Attorneys for an abortion provider facing criminal charges questioned the former attorney general Monday, trying to show that the abortion opponent who started the investigation had intended to prosecute Dr. George Tiller even before taking office.

Tiller attorney Dan Monnat asked former Attorney General Phill Kline whether, during his campaign, he assumed that Tiller, one of the few U.S. physicians performing late-term abortions, was breaking the law.

"I had reason to believe that he was," Kline said. "My belief was that the law was not being enforced."

Kline took the stand Monday at a hearing where Tiller's attorneys are urging a judge to dismiss the charges against their client or suppress evidence linked to Kline.

Tiller is to go to trial in March on 19 misdemeanors. He's accused of failing to obtain a second opinion from an independent physician for some late-term abortions.

Monnat questioned Kline about his opposition to abortion, and Kline acknowledged that he personally would like to see all abortions banned.

"You wanted to do something about it," Monnat said.

Kline replied: "I wanted to enforce the law."

Monnat also questioned Kline about hiring anti-abortion activist Bryan Brown as his consumer protection chief in the attorney general's office.

During his unsuccessful 2006 bid for re-election, Kline had asserted that Brown, who has been arrested a dozen times during abortion protests, was not involved in the Tiller prosecution. However, defense attorneys produced a 2003 memo Brown wrote with the subject line, "abortion clinic overview."

Kline conceded that Brown helped with the facts of the case but insisted Brown did not consult on matters of law.

The defense also pointed to a 2004 memo advising Kline that Brown and his contacts were obtaining the names of employees at two clinics. Kline defended the use of Brown and other anti-abortion activists, saying it's "normal law enforcement procedure" to use witnesses in investigations.

Tiller's attorneys have accused Kline of "outrageous" conduct, including intentionally misleading judges and state agencies, and argue that his actions poisoned the entire case. Kline says Tiller is simply trying to avoid prosecution.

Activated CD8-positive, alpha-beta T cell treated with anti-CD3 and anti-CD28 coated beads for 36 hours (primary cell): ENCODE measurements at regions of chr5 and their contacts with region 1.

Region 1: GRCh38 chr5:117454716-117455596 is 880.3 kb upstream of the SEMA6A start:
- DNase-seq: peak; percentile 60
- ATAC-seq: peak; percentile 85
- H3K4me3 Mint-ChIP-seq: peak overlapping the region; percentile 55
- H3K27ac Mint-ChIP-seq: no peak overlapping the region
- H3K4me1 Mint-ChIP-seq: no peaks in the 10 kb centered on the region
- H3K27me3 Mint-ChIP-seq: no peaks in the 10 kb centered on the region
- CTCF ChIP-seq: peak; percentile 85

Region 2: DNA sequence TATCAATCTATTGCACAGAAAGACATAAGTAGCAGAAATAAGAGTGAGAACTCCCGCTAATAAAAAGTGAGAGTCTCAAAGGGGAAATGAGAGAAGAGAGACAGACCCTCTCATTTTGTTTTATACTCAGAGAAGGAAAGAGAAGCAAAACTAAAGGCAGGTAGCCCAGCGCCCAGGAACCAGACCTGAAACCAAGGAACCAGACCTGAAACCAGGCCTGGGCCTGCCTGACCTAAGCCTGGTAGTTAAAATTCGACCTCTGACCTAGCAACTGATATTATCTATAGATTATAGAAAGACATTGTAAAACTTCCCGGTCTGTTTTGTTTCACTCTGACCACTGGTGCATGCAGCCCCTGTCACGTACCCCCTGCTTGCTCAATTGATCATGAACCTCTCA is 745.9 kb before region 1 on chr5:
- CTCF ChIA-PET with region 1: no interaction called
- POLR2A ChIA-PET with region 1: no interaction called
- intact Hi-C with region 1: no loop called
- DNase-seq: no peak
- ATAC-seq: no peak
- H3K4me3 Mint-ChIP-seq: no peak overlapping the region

Tiller has largely skipped hearings in his case, but the Wichita doctor was in court Monday, occasionally taking a note or doodling on a yellow legal pad.

Kline testified for about three hours Monday and is expected to testify again Friday.

Kline filed charges against Tiller before leaving office, but a judge threw them out. The charges Tiller now faces were filed by Kline's successor, Paul Morrison, though the case rests partly on evidence Kline gathered.

Morrison later resigned in a sex scandal that Tiller's attorneys also have raised as an issue. They argue that Morrison was pressured into filing charges by his mistress, then working for Kline, who by that time had taken Morrison's old job as Johnson County's district attorney.

Monnat argued that Tiller and women's privacy rights are "pawns" in an unwarranted prosecution that has its roots in Kline's opposition to abortion. He said neither Morrison nor the currently attorney general, Steve Six, can escape the "taint."

Assistant Attorney General Barry Disney said Tiller's attorneys have a high burden in trying to show that Kline's conduct warrants suppression of the evidence. If they're trying to show that the prosecution of Tiller is selective, Disney said, they face the reality that Tiller is "uniquely situated" because he performs late-term abortions.

"What we would like to do in this case is take away all that publicity and all that excitement and focus on the law," Disney told the judge.